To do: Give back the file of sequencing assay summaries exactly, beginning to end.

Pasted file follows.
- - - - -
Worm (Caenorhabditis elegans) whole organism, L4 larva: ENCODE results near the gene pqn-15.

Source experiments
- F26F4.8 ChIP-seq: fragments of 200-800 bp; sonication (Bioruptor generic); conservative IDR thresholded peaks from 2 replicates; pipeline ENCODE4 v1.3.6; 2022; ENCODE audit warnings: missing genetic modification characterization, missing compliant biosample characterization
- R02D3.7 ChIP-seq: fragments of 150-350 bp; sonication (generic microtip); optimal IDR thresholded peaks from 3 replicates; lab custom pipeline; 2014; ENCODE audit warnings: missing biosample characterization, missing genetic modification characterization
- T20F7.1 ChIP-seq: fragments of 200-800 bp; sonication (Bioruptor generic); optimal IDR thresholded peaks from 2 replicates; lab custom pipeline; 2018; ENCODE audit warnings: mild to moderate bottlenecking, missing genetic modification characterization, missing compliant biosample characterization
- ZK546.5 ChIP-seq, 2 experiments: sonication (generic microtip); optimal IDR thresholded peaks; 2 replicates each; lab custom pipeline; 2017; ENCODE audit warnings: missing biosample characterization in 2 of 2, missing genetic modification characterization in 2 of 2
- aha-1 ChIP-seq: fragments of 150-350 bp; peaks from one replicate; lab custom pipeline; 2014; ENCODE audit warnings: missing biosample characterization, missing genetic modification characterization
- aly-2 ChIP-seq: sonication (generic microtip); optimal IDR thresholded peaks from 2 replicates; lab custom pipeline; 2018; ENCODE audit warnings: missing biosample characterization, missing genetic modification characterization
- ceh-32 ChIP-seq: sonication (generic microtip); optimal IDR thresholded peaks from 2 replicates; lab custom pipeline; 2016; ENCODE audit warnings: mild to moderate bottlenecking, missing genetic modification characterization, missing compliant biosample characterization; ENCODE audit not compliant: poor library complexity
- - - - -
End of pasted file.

Worm (Caenorhabditis elegans) whole organism, L4 larva: ENCODE results near the gene pqn-15.

Source experiments
- F26F4.8 ChIP-seq: fragments of 200-800 bp; sonication (Bioruptor generic); conservative IDR thresholded peaks from 2 replicates; pipeline ENCODE4 v1.3.6; 2022; ENCODE audit warnings: missing genetic modification characterization, missing compliant biosample characterization
- R02D3.7 ChIP-seq: fragments of 150-350 bp; sonication (generic microtip); optimal IDR thresholded peaks from 3 replicates; lab custom pipeline; 2014; ENCODE audit warnings: missing biosample characterization, missing genetic modification characterization
- T20F7.1 ChIP-seq: fragments of 200-800 bp; sonication (Bioruptor generic); optimal IDR thresholded peaks from 2 replicates; lab custom pipeline; 2018; ENCODE audit warnings: mild to moderate bottlenecking, missing genetic modification characterization, missing compliant biosample characterization
- ZK546.5 ChIP-seq, 2 experiments: sonication (generic microtip); optimal IDR thresholded peaks; 2 replicates each; lab custom pipeline; 2017; ENCODE audit warnings: missing biosample characterization in 2 of 2, missing genetic modification characterization in 2 of 2
- aha-1 ChIP-seq: fragments of 150-350 bp; peaks from one replicate; lab custom pipeline; 2014; ENCODE audit warnings: missing biosample characterization, missing genetic modification characterization
- aly-2 ChIP-seq: sonication (generic microtip); optimal IDR thresholded peaks from 2 replicates; lab custom pipeline; 2018; ENCODE audit warnings: missing biosample characterization, missing genetic modification characterization
- ceh-32 ChIP-seq: sonication (generic microtip); optimal IDR thresholded peaks from 2 replicates; lab custom pipeline; 2016; ENCODE audit warnings: mild to moderate bottlenecking, missing genetic modification characterization, missing compliant biosample characterization; ENCODE audit not compliant: poor library complexity